I am a woman and I am well aware of the menstruation cycle and of the benefits of “listening” to it, which by far are not restricted to allowing ‘natural’ contraception methods. I have myself used both ‘artificial’ and ‘natural’ contraception methods with my life-long partner and can’t honestly, from a personal and religious point of view, see the difference.

    • Conor Gaffey

      Dear ifigeniaa,

      Thank you very much for your considered and well-reasoned response to my blog. I found your thoughts to be very enlightening. I’d like to clarify a few points that I made in the blog and which you raised in your response.

      1. In my blog, I did indeed equate sex with penetrative intercourse. This was simply because I was only seeking to address the Catholic teaching on contraception, which is obviously only relevant to penetrative sex where procreation is a possibility.
      I’d agree with you that penetrative sex is not the only way a couple can express their intimacy and that, as you put it, “the physical knowledge of the other is as important as the emotional or spiritual knowledge.” I’d also agree that healthy expressions of intimacy between the couple are vital in developing the solid foundations upon which a long and fruitful relationship can be built.
      In terms of what kinds of sexual acts are permissible according to Catholic teaching, I’m afraid I can’t claim to have much knowledge on this subject. What I would say is that, in my view, the Church views sex as a powerful and sacred thing. In sex, partners give themselves completely to each other. This seems to me to be part of the reason why penetrative sex at least is reserved for marriage; it would seem incongruous for a couple to give themselves to each other through sex without committing to the lifelong relationship and responsibilities of marriage.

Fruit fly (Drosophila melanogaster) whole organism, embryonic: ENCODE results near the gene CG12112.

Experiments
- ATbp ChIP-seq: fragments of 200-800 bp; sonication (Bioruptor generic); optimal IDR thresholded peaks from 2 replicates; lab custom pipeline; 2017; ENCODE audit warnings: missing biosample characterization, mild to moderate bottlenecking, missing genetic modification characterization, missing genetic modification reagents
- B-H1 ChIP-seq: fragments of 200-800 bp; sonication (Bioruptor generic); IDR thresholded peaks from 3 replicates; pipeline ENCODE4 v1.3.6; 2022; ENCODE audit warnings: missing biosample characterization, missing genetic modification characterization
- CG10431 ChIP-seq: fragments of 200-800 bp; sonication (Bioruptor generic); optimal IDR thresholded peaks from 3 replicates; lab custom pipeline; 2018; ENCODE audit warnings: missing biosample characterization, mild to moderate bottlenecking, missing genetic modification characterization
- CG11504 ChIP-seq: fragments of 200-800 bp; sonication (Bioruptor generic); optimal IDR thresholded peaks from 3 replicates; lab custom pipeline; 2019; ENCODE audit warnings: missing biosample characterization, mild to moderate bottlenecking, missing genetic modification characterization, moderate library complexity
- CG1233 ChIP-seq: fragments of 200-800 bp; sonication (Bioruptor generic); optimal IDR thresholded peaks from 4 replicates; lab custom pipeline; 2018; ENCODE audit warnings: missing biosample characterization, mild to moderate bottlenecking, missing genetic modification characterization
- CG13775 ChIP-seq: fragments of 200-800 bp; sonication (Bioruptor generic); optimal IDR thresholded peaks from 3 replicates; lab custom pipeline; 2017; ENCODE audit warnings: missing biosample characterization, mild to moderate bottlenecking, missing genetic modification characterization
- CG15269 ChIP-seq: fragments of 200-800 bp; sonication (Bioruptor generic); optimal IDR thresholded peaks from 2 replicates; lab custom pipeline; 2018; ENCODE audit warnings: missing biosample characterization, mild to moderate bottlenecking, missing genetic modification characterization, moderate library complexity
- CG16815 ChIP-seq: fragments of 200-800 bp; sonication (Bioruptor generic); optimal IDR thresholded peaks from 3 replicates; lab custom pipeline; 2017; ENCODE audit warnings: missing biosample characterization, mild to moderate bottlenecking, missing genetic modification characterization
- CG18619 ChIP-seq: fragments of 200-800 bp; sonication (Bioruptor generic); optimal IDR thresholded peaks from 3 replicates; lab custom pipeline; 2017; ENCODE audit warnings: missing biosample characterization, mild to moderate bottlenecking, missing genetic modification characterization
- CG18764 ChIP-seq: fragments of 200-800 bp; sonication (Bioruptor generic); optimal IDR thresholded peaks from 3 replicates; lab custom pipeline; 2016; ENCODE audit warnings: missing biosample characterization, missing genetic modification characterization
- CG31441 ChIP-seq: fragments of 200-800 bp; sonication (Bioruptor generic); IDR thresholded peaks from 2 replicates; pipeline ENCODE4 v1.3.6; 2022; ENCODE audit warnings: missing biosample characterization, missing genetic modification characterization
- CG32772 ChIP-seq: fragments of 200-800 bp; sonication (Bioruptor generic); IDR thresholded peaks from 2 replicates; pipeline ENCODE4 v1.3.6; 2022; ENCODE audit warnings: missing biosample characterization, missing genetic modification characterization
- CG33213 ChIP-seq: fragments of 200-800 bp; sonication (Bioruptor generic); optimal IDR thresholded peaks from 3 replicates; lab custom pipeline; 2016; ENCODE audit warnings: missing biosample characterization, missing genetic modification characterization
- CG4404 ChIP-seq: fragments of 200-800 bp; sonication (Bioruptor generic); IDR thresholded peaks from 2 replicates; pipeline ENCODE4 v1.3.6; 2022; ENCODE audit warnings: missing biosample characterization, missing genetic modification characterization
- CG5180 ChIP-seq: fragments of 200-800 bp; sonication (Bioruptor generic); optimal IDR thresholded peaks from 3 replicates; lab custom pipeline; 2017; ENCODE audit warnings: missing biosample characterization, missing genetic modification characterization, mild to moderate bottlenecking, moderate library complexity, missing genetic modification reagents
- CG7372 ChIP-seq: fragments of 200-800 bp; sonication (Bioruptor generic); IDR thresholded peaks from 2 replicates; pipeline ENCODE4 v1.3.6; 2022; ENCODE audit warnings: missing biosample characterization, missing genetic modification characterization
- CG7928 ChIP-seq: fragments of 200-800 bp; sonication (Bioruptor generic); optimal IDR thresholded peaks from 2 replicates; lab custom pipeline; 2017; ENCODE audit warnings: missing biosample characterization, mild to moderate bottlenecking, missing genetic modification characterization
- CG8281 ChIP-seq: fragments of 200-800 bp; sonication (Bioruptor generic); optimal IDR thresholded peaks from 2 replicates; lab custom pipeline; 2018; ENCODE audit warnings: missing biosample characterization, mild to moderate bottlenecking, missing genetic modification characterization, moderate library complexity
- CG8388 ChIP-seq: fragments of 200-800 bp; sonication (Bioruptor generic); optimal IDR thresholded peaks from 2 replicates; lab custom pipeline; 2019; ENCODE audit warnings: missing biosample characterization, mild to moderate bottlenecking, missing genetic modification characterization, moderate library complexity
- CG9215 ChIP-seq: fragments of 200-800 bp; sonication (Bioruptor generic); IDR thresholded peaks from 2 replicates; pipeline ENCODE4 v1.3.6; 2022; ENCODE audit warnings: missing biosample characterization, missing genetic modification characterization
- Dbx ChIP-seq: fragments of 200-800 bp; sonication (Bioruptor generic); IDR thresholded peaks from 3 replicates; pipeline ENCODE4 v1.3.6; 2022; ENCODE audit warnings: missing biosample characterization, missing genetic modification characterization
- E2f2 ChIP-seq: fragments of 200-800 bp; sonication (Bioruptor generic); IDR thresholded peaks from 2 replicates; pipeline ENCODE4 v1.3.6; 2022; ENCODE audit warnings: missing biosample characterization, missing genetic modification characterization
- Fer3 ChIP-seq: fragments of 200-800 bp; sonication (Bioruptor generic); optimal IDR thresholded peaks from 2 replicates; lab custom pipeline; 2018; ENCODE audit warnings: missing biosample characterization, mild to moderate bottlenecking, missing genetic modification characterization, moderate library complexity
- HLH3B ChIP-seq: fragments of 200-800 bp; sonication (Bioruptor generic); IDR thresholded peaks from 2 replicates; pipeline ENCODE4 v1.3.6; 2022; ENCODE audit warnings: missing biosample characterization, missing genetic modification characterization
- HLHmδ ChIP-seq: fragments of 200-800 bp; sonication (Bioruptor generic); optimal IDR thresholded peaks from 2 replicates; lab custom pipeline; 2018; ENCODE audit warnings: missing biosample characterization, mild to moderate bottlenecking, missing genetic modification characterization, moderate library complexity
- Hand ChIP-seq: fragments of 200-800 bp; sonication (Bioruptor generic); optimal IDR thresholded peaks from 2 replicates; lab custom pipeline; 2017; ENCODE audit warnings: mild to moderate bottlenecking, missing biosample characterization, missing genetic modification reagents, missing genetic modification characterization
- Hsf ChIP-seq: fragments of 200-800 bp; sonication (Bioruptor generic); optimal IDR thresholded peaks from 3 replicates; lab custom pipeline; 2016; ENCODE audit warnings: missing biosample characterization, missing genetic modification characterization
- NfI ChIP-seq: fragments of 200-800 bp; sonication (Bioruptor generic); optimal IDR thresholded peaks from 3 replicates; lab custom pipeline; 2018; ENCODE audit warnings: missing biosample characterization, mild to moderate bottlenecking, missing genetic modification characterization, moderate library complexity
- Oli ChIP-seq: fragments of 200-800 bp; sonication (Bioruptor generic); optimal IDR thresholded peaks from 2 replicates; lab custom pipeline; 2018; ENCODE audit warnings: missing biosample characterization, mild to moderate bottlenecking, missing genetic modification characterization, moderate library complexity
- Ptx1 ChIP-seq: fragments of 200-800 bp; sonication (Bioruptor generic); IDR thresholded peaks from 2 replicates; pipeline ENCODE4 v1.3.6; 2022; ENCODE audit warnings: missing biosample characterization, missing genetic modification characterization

2. Regarding the difference between NFP and artificial contraception, it is my understanding that Catholic teaching does not differentiate between these two methods based on intention/attitude but rather based on the nature of the sexual act.
      As you point out and as I mentioned in my blog, a couple using NFP and a couple using condoms can have the same intention: i.e., to express and deepen their intimacy without conceiving. However, the nature of the sexual act differs in these two cases.
      NFP does not seek to suppress or block the procreative element of sex. It respects human fertility and works within its natural rhythm to either conceive or avoid conception. A condom, on the other hand, physically blocks fertility. In so doing, it changes the nature of the sexual act.
      The difference between NFP and artificial contraception from the Catholic view is explained the document Familiaris Consortio (On the Role of the Christian Family in the Modern World) by Pope John Paul II. When a couple uses artificial contraception, they seek to separate the procreative and unitive aspects of sex. The total self-giving which sex entails is prohibited by contraception. When a couple uses NFP, the unitive and procreative aspects are not forcibly separated. Rather, the couple uses the natural fertility cycle to their advantage whilst still giving themselves completely to each other [see paragraph 32 at

      I hope this response helps clarify some of the points I made in the original blog. In any case, I am no expert on the subject, but rather wrote the blog in an attempt to clarify my own thinking on these topics!